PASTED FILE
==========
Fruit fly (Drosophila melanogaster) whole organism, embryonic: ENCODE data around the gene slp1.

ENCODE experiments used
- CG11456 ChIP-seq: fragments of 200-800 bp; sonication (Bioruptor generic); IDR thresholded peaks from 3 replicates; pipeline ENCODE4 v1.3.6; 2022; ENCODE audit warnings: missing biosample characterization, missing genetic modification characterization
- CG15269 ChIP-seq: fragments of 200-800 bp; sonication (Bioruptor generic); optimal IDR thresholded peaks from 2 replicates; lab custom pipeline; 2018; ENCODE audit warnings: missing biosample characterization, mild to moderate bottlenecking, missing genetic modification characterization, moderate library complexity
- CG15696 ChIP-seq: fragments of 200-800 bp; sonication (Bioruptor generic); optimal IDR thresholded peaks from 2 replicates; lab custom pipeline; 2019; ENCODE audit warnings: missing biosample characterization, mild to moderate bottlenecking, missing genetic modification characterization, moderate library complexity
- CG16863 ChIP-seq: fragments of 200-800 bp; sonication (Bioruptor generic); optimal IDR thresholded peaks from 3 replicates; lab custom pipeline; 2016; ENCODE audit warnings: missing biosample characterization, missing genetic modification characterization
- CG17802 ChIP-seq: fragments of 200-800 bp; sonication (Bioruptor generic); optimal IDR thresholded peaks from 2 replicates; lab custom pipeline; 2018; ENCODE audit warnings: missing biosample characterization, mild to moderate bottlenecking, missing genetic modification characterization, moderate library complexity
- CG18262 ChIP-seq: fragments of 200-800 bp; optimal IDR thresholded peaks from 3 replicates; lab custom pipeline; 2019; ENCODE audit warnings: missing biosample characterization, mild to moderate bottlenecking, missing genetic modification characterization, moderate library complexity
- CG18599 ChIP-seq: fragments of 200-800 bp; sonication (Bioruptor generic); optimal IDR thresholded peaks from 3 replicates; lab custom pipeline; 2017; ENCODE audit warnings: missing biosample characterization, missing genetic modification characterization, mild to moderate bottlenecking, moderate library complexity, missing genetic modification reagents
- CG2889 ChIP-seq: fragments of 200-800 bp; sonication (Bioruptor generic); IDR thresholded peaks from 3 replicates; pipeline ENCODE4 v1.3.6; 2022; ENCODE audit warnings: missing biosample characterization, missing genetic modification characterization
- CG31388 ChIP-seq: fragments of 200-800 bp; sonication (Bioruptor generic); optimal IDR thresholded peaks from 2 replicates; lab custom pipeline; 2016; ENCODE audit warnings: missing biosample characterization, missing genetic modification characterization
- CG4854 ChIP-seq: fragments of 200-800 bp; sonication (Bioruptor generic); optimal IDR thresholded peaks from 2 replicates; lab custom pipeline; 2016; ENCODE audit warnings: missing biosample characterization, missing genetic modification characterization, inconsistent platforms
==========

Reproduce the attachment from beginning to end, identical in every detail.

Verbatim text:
Fruit fly (Drosophila melanogaster) whole organism, embryonic: ENCODE data around the gene slp1.

ENCODE experiments used
- CG11456 ChIP-seq: fragments of 200-800 bp; sonication (Bioruptor generic); IDR thresholded peaks from 3 replicates; pipeline ENCODE4 v1.3.6; 2022; ENCODE audit warnings: missing biosample characterization, missing genetic modification characterization
- CG15269 ChIP-seq: fragments of 200-800 bp; sonication (Bioruptor generic); optimal IDR thresholded peaks from 2 replicates; lab custom pipeline; 2018; ENCODE audit warnings: missing biosample characterization, mild to moderate bottlenecking, missing genetic modification characterization, moderate library complexity
- CG15696 ChIP-seq: fragments of 200-800 bp; sonication (Bioruptor generic); optimal IDR thresholded peaks from 2 replicates; lab custom pipeline; 2019; ENCODE audit warnings: missing biosample characterization, mild to moderate bottlenecking, missing genetic modification characterization, moderate library complexity
- CG16863 ChIP-seq: fragments of 200-800 bp; sonication (Bioruptor generic); optimal IDR thresholded peaks from 3 replicates; lab custom pipeline; 2016; ENCODE audit warnings: missing biosample characterization, missing genetic modification characterization
- CG17802 ChIP-seq: fragments of 200-800 bp; sonication (Bioruptor generic); optimal IDR thresholded peaks from 2 replicates; lab custom pipeline; 2018; ENCODE audit warnings: missing biosample characterization, mild to moderate bottlenecking, missing genetic modification characterization, moderate library complexity
- CG18262 ChIP-seq: fragments of 200-800 bp; optimal IDR thresholded peaks from 3 replicates; lab custom pipeline; 2019; ENCODE audit warnings: missing biosample characterization, mild to moderate bottlenecking, missing genetic modification characterization, moderate library complexity
- CG18599 ChIP-seq: fragments of 200-800 bp; sonication (Bioruptor generic); optimal IDR thresholded peaks from 3 replicates; lab custom pipeline; 2017; ENCODE audit warnings: missing biosample characterization, missing genetic modification characterization, mild to moderate bottlenecking, moderate library complexity, missing genetic modification reagents
- CG2889 ChIP-seq: fragments of 200-800 bp; sonication (Bioruptor generic); IDR thresholded peaks from 3 replicates; pipeline ENCODE4 v1.3.6; 2022; ENCODE audit warnings: missing biosample characterization, missing genetic modification characterization
- CG31388 ChIP-seq: fragments of 200-800 bp; sonication (Bioruptor generic); optimal IDR thresholded peaks from 2 replicates; lab custom pipeline; 2016; ENCODE audit warnings: missing biosample characterization, missing genetic modification characterization
- CG4854 ChIP-seq: fragments of 200-800 bp; sonication (Bioruptor generic); optimal IDR thresholded peaks from 2 replicates; lab custom pipeline; 2016; ENCODE audit warnings: missing biosample characterization, missing genetic modification characterization, inconsistent platforms